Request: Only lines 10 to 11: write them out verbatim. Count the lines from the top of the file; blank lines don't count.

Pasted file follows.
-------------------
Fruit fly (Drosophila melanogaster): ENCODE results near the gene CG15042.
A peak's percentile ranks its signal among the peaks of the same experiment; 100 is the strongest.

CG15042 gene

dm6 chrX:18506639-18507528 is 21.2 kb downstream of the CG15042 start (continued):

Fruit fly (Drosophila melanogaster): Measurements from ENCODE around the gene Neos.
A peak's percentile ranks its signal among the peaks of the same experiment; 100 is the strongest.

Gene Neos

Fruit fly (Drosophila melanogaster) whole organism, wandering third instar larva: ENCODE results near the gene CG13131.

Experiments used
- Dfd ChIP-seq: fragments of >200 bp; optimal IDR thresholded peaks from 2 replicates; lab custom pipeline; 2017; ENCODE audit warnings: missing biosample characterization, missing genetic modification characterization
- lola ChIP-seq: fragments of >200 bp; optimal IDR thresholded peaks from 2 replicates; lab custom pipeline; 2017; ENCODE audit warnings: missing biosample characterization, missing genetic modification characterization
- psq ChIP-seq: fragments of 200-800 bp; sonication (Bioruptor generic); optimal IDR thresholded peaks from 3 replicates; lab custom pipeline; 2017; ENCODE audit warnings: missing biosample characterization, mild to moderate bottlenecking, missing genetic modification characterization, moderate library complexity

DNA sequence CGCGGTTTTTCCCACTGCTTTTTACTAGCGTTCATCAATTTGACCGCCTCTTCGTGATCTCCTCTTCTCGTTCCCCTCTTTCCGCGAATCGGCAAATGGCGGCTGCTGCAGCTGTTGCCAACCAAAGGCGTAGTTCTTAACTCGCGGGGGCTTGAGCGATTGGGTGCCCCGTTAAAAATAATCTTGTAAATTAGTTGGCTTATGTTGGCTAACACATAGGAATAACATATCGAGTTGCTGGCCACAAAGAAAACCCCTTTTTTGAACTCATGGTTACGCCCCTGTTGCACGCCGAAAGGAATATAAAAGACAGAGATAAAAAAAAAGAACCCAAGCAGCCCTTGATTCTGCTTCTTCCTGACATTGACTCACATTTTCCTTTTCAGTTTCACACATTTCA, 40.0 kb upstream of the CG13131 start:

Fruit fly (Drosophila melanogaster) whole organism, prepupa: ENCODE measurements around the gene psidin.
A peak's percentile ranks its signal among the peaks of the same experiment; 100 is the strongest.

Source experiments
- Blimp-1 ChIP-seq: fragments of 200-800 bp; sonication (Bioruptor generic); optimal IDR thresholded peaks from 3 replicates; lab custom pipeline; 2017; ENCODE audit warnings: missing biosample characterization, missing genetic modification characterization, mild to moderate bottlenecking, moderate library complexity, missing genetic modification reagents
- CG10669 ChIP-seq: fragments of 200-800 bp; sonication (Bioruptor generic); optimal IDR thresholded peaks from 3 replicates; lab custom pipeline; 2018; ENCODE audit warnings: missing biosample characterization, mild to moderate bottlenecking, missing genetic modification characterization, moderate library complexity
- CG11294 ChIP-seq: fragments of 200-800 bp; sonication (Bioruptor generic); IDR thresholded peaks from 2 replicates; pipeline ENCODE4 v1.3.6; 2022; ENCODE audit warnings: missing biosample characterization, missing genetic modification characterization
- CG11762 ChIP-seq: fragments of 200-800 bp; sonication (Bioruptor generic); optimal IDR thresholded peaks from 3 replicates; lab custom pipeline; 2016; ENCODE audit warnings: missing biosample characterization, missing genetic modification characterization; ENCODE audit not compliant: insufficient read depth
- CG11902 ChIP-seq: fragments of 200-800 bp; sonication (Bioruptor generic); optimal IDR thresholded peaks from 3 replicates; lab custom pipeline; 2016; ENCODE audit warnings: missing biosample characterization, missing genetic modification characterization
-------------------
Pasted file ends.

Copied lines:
- Dfd ChIP-seq: fragments of >200 bp; optimal IDR thresholded peaks from 2 replicates; lab custom pipeline; 2017; ENCODE audit warnings: missing biosample characterization, missing genetic modification characterization
- lola ChIP-seq: fragments of >200 bp; optimal IDR thresholded peaks from 2 replicates; lab custom pipeline; 2017; ENCODE audit warnings: missing biosample characterization, missing genetic modification characterization